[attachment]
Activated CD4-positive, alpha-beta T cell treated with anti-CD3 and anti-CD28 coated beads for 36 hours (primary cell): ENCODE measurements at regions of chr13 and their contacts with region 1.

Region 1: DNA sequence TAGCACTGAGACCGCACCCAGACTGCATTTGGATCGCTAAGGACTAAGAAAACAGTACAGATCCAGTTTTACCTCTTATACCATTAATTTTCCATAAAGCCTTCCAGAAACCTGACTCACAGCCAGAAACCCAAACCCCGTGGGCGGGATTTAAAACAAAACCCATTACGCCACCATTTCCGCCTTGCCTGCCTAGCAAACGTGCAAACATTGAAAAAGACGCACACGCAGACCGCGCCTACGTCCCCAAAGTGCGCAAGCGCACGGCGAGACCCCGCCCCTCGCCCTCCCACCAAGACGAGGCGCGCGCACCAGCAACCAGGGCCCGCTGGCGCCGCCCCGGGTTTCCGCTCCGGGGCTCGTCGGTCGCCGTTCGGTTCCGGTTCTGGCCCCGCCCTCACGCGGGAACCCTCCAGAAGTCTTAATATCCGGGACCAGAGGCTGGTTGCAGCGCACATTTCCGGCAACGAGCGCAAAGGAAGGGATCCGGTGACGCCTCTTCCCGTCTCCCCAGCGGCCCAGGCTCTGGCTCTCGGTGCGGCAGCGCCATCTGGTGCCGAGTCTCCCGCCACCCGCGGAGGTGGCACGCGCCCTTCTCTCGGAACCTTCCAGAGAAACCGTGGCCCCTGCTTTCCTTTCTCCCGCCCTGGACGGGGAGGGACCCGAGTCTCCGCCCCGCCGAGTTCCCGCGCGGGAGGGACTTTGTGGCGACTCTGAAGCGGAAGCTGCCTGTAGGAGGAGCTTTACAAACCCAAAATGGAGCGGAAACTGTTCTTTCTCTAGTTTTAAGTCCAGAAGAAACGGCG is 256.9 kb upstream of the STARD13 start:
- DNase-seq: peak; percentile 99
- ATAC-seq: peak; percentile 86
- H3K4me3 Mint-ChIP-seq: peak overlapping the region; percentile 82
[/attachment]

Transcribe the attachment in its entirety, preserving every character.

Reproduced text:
Activated CD4-positive, alpha-beta T cell treated with anti-CD3 and anti-CD28 coated beads for 36 hours (primary cell): ENCODE measurements at regions of chr13 and their contacts with region 1.

Region 1: DNA sequence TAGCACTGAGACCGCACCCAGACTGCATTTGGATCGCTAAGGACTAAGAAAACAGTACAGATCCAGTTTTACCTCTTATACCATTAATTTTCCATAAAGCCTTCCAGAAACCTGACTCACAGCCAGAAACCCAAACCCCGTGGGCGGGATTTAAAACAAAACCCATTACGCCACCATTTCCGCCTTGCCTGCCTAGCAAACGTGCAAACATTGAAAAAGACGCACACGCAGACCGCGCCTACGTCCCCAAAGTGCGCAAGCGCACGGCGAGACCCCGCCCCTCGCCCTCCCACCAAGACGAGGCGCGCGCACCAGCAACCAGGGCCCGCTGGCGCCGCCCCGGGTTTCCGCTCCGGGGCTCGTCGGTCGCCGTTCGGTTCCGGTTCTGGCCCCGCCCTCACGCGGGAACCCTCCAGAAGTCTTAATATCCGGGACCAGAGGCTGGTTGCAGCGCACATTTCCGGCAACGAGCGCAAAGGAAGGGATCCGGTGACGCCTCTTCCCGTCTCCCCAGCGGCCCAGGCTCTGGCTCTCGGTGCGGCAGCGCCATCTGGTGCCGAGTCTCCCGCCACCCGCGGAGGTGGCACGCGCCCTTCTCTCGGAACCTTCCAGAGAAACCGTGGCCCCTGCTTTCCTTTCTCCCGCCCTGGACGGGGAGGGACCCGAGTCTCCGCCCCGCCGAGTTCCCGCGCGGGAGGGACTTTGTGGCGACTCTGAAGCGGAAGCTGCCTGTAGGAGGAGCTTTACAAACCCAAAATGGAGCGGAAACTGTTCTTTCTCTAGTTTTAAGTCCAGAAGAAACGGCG is 256.9 kb upstream of the STARD13 start:
- DNase-seq: peak; percentile 99
- ATAC-seq: peak; percentile 86
- H3K4me3 Mint-ChIP-seq: peak overlapping the region; percentile 82